Have you been on the fence about whether or not it’s time to purchase your own vacation home? Many dream of owning a piece of paradise but aren’t sure where to start. Buying a vacation house often requires detailed planning and a lot of tax and mortgage know-how. The daunting process can turn off many interested buyers, but it doesn’t have to be as complicated as it seems. If you’re eager to invest in a second home in your dream locale, fear not — we’ve collected everything you need to look for in this guide. Let’s get started!
Calculate your budget over the long term
As is the case for every economic venture you dive into, the first thing to do is come up with a realistic budget. Ask yourself if now is the best time to invest in a vacation home. Read up on the local real estate market, and make sure that you’re willing to spend as much as the average vacation spot is going for in your desired area.
The down payment for a second home in areas like historic St. Charles can be much higher than your primary residence, with many lenders requiring that you put down anywhere from 25-50% of the purchase price upfront. The varying median sale price of vacation spots in your area is a good thermometer to gauge when discussing affordability. Don’t forget to factor in the inevitable cost of repairs and renovations, especially if you’re planning on renting the property throughout the year.
Make sure you qualify for a second home mortgage
A maximum debt-to-income ratio of 50%
A minimum average credit score of 620
A minimum down payment of 10%
Real estate values can vary widely
Investigate the details behind any noticeable swings in valuations in the short term. Prices can be inflated, housing shortages may be on the rise, environmental factors might play a part, and local incomes could also fall — all without you having much control. Another good way to judge if values are stable or rising is to compare the number of open properties available now versus five to ten years in the past. If there seems to be consistent demand, investing in a vacation home is a good idea as long as you have the budget to ride out periodic dips or booms in value.
Read up on the local neighborhood
Get to know your potential new neighbors and ask them for any advice on what’s the best plan of action. Is holiday traffic a major issue? Has the environment changed dramatically in the last few years? If you’re going to leave your home vacant for an extended period of time, meet with a few local property managers to get a feel for how they do business. Even though you might be purchasing a little piece of heaven, it’s vital to become a part of the community and to get realistic about local culture, traditions, and seasonal events.
Be aware of possible maintenance costs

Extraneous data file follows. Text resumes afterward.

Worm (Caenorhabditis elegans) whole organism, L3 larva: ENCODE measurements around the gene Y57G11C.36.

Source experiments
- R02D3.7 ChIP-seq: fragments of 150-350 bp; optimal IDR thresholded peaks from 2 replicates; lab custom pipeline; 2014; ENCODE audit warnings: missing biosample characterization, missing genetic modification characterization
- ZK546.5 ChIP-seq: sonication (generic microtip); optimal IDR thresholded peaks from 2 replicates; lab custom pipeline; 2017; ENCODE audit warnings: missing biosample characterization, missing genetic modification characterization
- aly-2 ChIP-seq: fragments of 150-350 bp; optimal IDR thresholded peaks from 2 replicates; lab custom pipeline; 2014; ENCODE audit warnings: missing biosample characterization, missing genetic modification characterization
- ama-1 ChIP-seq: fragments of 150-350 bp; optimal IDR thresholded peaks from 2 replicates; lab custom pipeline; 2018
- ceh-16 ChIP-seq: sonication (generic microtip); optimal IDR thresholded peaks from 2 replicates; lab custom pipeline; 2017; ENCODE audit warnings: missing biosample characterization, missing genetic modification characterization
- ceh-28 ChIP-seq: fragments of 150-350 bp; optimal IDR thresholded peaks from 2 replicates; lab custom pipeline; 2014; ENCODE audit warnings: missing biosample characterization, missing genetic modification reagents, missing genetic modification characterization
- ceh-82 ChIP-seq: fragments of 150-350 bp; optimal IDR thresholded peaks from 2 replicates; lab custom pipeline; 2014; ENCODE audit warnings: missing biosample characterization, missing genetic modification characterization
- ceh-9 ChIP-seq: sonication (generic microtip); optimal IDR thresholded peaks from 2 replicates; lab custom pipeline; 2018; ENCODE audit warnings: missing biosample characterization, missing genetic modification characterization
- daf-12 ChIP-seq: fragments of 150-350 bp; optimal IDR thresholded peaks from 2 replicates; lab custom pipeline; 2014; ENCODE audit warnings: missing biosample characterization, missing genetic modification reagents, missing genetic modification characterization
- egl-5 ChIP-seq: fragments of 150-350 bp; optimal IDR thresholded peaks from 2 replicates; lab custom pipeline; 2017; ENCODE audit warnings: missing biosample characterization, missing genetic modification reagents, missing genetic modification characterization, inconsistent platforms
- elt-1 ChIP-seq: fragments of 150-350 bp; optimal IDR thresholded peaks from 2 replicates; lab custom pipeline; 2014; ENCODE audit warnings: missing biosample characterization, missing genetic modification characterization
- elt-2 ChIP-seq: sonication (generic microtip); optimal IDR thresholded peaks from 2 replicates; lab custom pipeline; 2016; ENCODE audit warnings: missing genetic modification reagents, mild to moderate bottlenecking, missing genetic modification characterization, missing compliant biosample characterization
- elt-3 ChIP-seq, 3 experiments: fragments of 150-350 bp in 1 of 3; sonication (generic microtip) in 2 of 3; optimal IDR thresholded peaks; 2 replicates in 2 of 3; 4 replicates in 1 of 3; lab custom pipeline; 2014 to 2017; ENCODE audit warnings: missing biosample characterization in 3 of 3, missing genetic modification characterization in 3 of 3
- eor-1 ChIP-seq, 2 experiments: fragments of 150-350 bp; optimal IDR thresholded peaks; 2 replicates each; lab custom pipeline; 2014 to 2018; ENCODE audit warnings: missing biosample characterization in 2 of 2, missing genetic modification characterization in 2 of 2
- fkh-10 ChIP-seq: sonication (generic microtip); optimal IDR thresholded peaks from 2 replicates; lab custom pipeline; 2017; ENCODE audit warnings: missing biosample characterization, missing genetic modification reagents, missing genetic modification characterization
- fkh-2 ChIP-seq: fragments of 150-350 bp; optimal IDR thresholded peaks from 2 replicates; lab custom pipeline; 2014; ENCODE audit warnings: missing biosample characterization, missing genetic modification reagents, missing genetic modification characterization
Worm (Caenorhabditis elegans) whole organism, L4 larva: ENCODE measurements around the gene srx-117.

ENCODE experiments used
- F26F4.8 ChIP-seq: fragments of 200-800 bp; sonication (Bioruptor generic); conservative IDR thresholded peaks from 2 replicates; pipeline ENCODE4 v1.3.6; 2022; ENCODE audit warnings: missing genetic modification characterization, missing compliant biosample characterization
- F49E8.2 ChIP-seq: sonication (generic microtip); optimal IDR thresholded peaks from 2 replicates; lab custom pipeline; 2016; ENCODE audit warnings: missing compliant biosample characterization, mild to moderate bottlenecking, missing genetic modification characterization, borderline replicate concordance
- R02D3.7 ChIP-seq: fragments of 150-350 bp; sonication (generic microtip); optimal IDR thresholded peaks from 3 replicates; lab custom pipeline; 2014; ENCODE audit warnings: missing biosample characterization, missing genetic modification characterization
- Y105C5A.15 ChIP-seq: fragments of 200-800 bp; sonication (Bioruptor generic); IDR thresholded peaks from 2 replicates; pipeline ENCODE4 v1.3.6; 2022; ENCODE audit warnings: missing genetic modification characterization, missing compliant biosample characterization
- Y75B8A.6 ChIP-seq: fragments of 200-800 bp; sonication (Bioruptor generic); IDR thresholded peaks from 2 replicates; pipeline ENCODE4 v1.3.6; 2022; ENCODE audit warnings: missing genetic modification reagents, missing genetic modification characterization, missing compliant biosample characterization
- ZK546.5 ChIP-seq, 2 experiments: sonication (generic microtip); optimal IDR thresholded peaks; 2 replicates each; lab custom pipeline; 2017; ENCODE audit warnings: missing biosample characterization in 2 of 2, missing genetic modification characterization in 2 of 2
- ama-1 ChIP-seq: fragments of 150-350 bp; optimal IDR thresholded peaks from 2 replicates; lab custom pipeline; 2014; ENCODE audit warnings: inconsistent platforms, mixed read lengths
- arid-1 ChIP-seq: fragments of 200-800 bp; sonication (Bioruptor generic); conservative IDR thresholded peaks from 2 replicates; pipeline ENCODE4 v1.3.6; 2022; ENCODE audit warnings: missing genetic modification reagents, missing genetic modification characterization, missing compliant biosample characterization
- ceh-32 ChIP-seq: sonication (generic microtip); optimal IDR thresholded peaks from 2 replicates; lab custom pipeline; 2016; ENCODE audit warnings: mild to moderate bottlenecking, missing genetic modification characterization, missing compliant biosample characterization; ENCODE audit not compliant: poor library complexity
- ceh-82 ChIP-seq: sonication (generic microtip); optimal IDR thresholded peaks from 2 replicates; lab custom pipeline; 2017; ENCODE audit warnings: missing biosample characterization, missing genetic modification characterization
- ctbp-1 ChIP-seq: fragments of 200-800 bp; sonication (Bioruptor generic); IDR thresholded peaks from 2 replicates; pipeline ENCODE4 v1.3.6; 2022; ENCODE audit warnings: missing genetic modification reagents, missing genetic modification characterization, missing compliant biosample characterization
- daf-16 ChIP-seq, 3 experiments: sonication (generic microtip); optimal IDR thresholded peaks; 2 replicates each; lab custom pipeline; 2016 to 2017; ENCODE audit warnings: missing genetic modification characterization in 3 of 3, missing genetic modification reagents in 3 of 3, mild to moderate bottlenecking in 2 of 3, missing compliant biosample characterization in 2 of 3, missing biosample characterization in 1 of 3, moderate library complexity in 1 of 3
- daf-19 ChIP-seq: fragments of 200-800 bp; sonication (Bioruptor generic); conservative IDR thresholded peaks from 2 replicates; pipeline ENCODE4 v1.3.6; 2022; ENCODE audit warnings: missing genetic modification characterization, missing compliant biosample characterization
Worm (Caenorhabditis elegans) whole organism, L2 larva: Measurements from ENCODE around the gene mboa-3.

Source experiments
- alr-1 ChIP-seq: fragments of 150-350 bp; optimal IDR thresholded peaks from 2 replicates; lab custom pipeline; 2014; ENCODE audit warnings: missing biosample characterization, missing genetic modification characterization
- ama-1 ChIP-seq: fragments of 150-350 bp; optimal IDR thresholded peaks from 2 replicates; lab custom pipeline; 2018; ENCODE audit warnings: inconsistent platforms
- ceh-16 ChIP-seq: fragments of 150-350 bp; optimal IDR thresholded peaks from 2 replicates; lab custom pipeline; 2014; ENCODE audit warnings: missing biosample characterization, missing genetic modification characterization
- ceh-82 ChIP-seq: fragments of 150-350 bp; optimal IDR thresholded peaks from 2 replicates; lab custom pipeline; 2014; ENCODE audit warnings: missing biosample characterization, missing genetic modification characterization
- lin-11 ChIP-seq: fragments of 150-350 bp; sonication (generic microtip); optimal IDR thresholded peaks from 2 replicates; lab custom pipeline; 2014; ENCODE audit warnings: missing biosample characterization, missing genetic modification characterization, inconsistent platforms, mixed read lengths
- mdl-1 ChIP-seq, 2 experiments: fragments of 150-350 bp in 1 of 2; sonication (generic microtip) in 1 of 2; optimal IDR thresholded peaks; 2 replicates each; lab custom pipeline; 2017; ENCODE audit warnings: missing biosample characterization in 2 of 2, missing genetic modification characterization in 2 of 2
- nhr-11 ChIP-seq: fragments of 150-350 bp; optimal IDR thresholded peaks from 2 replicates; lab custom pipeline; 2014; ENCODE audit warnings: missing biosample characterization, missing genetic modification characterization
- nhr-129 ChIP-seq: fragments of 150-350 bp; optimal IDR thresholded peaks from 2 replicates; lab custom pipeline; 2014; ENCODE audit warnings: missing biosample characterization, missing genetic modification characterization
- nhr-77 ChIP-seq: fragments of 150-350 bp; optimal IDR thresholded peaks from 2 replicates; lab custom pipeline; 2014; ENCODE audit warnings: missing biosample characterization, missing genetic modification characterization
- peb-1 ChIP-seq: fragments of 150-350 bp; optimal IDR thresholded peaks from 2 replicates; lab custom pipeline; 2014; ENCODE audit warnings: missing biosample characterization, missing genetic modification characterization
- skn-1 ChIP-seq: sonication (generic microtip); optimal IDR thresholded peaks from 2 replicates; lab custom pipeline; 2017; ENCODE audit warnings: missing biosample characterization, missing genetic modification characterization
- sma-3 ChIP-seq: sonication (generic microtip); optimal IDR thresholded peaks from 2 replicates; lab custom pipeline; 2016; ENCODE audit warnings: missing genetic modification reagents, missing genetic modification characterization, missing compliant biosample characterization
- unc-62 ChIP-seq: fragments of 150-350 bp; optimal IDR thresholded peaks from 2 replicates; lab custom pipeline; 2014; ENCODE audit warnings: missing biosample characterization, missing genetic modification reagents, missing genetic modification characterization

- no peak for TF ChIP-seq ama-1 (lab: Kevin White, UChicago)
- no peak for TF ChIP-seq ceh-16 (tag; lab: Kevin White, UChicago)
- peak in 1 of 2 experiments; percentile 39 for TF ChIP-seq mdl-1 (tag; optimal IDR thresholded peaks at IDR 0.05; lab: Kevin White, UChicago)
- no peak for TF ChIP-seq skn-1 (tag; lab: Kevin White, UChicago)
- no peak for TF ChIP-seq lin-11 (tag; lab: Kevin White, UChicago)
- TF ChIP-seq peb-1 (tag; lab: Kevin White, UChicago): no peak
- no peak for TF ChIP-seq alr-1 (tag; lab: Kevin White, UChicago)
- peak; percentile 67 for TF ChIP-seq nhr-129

It’s easy to fall into the trap of purchasing a vacation home and ignoring the need to keep your investment up to date over the long haul. A second home is more than just an opportunity to escape the hustle and bustle of everyday life. It requires a careful eye and regular attention to detail, so the property doesn’t fall into disarray. Beachfront properties need periodic clean-up, mountain chalets need regular roof repairs, and heating and cooling systems will more than likely receive quite a beating if the climate varies a lot from season to season.
A poorly maintained vacation home can quickly become a money pit if you’re not up to date with any pest, mold, or rodent infestations that may be growing in your getaway abode. Be sure to factor in costs for landscaping, trash removal, and water or tree damage as well, as you don’t want to be caught off guard with regular maintenance costs that can pile up and become overwhelming.
Tax benefits are up for grabs
Mortgage interest deductions. These will vary depending on whether you claim your vacation home as a primary residence, an investment property, or a “second home”
Determine if the home is a personal residence or rental, as primary residences are eligible for tax benefits upwards of $750,000 if you’re married, while rental properties can receive tax breaks as long as you receive income on it for more than 14 days/year
Property tax deductions. State and local property taxes are both eligible for a tax break up to $10,000 per year if you’re married and $5,000 if you file separately
Interest on a home equity loan can also potentially be written off on a vacation home
Determine if you’re going to rent
Lenders are increasingly aware of the home-sharing phenomenon and are more and more likely to give vacation home buyers more wiggle room when applying for these kinds of loans. Just make sure you’re upfront with your lender before completing the paperwork. The last thing you want is to discover that your rental behavior doesn’t fall under the requirements of your chosen loan.